Can Kawhi Leonard Be Better Than Scottie Pippen?
Even after this first retirement (or sabbatical) from basketball, the media and fans alike were always in search: who is the next Michael Jordan? There have been numerous players anointed as the second coming; some very prematurely (Like Harold Miner), and some much more accurately (think LeBron James). But, given the combination of Jordan's generational athleticism, talent, and indomitable will to win, it's hard to imagine that we might truly see a player live up to such a mantle in our lifetimes.
But in a similar vein, an interesting question has recently arisen: what about the next Scottie Pippen? Jordan's teammate on the Chicago Bulls also holds six championship rings, was a member of the 1992 Dream Team, and was named one of the 50 Greatest NBA Players in NBA History.
We haven't been nearly as quick to anoint someone as the next Scottie Pippen. But ironically enough, we might be seeing such a player currently in action in today's NBA: Kawhi Leonard of the San Antonio Spurs.
Entering his sixth season in the NBA, Leonard has emerged into one of the top 10 players today – and arguably THE best -- two-way players in the NBA.
Like Pippen, the crux of his game is this shutdown defensive skills. With his enormous hands, unusually long arms, and incredible lateral agility for a player standing 6'7, Leonard is simply able to engulf nearly anyone he's trying to defend; sports personality Bill Simmons jokingly refers to Leonard as "the sharktopus," because of the distraction of Leonard's long arms (akin to an octopus) and the intensity at which he plays (akin to a shark). Leonard's defensive play against LeBron James in the 2014 NBA Finals (James' final year with the Miami Heat) was nothing short of extraordinary. No player in James' career, to date, has harassed and defended him the way Leonard did except maybe Jimmy Butler from the Chicago Bulls.
Also similar to Pippen, the biggest knock on Leonard's game when he was coming out of San Diego State University was an underdeveloped offensive game. Both Pippen and Leonard relied on their incredible athleticism and long arms to convert higher percentage shots; both players continued to develop their jump shooting abilities -- especially their three-point shooting ability -- as their careers progressed. Neither player was truly comfortable being "the guy" on offense, sometimes to a fault. Both players were/are perfectly fine with deferring the primary scoring responsibilities to one of their teammates.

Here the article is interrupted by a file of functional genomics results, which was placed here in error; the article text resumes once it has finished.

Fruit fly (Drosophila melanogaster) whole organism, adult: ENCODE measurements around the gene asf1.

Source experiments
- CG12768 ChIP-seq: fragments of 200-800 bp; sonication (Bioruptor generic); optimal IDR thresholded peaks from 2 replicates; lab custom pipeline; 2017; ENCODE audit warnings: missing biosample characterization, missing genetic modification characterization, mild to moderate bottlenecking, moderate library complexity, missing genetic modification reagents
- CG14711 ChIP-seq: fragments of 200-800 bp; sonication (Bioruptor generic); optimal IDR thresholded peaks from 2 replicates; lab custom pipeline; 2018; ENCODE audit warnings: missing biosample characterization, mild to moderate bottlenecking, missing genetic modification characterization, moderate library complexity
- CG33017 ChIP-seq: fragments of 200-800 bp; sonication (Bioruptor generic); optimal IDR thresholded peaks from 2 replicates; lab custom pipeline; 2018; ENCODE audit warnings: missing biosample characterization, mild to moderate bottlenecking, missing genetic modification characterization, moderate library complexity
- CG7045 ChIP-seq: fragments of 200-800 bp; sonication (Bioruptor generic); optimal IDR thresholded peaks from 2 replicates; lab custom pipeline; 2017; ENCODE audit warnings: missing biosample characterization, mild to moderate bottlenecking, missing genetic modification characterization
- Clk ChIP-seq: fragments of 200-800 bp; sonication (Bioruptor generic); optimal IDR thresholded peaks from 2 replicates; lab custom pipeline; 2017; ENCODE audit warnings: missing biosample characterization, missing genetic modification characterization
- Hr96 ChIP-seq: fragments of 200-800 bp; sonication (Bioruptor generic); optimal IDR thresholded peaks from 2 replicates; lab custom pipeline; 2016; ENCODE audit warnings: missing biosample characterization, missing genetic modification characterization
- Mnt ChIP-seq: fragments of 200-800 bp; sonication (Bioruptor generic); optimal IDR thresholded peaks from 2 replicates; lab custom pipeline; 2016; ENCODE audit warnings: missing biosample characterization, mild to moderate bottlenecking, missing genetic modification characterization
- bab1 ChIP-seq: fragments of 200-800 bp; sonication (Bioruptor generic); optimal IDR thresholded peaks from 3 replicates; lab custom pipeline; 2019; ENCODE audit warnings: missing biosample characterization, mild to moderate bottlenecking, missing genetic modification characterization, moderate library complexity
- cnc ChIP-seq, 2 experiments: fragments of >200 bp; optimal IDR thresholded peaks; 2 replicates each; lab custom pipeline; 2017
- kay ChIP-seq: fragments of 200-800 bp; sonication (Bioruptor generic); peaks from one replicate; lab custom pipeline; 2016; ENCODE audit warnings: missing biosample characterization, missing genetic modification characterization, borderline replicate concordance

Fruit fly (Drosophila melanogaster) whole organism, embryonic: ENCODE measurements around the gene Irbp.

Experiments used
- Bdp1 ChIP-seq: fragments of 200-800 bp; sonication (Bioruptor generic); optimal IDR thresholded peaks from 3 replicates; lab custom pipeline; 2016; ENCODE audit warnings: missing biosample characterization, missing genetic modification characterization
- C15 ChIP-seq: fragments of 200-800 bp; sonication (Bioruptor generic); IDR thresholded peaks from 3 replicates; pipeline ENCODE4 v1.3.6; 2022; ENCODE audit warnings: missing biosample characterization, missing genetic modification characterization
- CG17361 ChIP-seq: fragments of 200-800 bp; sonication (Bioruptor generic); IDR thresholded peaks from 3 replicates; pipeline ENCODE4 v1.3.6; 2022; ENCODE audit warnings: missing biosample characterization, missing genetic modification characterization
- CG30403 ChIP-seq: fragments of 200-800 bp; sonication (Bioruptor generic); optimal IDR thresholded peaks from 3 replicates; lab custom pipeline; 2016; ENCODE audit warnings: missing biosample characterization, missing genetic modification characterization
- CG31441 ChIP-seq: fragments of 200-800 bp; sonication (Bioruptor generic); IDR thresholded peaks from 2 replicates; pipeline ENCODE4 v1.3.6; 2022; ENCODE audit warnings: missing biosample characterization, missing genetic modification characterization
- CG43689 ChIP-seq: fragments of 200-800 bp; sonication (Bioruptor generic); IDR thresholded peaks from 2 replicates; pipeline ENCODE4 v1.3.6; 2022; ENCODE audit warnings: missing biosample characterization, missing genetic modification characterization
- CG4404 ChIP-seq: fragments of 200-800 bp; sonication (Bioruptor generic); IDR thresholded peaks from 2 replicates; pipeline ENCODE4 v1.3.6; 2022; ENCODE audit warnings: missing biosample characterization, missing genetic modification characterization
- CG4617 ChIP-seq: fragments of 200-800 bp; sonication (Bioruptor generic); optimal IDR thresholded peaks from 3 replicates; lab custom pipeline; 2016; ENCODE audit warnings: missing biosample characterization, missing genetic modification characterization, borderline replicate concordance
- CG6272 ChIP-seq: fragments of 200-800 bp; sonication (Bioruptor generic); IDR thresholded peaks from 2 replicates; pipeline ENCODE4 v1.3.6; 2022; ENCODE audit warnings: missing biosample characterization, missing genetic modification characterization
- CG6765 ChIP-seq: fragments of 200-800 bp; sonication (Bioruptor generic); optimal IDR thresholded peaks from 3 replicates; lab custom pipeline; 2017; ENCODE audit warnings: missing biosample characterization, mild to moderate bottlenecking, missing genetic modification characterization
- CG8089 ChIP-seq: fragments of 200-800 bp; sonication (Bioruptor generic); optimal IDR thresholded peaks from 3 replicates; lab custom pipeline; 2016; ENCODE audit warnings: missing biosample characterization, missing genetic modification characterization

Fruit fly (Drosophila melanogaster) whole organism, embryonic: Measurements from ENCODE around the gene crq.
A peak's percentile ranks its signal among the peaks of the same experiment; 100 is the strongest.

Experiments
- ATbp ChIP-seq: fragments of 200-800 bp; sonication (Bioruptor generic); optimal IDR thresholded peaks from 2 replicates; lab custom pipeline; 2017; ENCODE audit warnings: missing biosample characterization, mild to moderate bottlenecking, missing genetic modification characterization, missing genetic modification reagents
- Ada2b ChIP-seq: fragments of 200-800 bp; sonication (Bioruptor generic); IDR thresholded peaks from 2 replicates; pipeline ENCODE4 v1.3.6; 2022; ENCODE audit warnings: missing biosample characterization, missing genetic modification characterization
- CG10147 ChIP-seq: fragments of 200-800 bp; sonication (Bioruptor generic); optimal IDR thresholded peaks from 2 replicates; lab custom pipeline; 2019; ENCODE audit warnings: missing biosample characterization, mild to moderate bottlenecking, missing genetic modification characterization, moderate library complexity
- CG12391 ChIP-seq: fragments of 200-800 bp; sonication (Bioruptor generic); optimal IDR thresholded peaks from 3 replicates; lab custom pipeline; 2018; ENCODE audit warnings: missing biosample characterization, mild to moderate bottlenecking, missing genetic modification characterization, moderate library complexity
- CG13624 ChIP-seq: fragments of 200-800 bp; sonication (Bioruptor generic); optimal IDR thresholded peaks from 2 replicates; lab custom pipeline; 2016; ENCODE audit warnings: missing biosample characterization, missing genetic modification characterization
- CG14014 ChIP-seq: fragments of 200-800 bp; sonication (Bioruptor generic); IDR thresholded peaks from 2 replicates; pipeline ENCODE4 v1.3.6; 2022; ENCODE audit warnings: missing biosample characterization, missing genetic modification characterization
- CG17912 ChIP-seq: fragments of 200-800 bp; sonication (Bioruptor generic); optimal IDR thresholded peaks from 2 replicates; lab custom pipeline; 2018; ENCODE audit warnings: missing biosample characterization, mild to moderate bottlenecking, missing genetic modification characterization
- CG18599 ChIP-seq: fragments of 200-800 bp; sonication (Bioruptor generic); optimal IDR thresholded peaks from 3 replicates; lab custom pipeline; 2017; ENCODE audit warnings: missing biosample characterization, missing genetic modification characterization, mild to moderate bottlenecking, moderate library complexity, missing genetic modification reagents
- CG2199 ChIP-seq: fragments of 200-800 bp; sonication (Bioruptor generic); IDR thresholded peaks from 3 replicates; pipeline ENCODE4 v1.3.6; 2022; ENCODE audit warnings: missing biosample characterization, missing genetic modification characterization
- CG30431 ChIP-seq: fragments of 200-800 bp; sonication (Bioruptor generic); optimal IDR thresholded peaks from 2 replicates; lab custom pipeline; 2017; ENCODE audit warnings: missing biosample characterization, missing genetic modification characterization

When you take a look at the numbers, the similarities become downright eerie. Through their respective first five seasons in the NBA:
Pippen: 21 points per game, 50.6% shooting, 7.7 rebounds per game, 1.9 steals per game, 1.1 blocks per game
Leonard: 20.9 points per game, 50.9% shooting, 6.8 rebounds per game, 1.8 steals per game, 0.9 blocks per game.
The biggest difference, at least in terms of statistics, comes in the form of assists. Pippen paints a picture of him being much more of a facilitator within the Bulls offense, averaging 7 assists per game. By comparison, Leonard only averaged 2.5 assists per game through his first five seasons, even despite him playing in a Spurs offense built on fluid ball movement.
In general, it still feels like Leonard is an outstanding player and one of the 10 best in the league today, but Pippen was an extraordinary and transcendent player.
The fact that Chuck Daly, head coach of the legendary Dream Team, once stated that Michael Jordan was the best player in the NBA, but Scottie Pippen was the best player on the Dream Team, should speak volumes. Or, how about the fact that, in 1994-1995, in his first year without Jordan, Pippen became only the second player in history to lead his team in every major statistical category: points, rebounds, assists, steals, and blocks? Only Dave Cowens, Kevin Garnett, and LeBron James have ever accomplished that.
Even from a purely immeasurable, "doing-what-it-takes-to-win" standpoint, Pippen had that little extra edge over Leonard. Leonard is painfully quiet on the court (and off it), preferring to let his play do the talking for him. But Pippen? His comment in the 1997 NBA Finals, telling future Hall of Famer Karl Malone that "the mailman doesn't deliver on Sundays," led to Malone missing two critical free throws in the closing seconds of the game, allowing the Bulls to take Game One of said series.
Leonard may be the closest thing we'll see to Pippen in quite some time, but he's still not the same caliber of player so prodigiously gifted to play the game of basketball. As Pippens' biography on the Naismith Basketball Hall of Fame's website states, he could run the court like a point guard, attack the boards like a power forward, and swish the nets like a shooting guard. Oh, and there's also the fact that Leonard needs about five more championship rings before he catches up to Pippen.
We may never see another player "like Mike," and it's really hard to imagine that we'll see another player truly "like Scottie," either.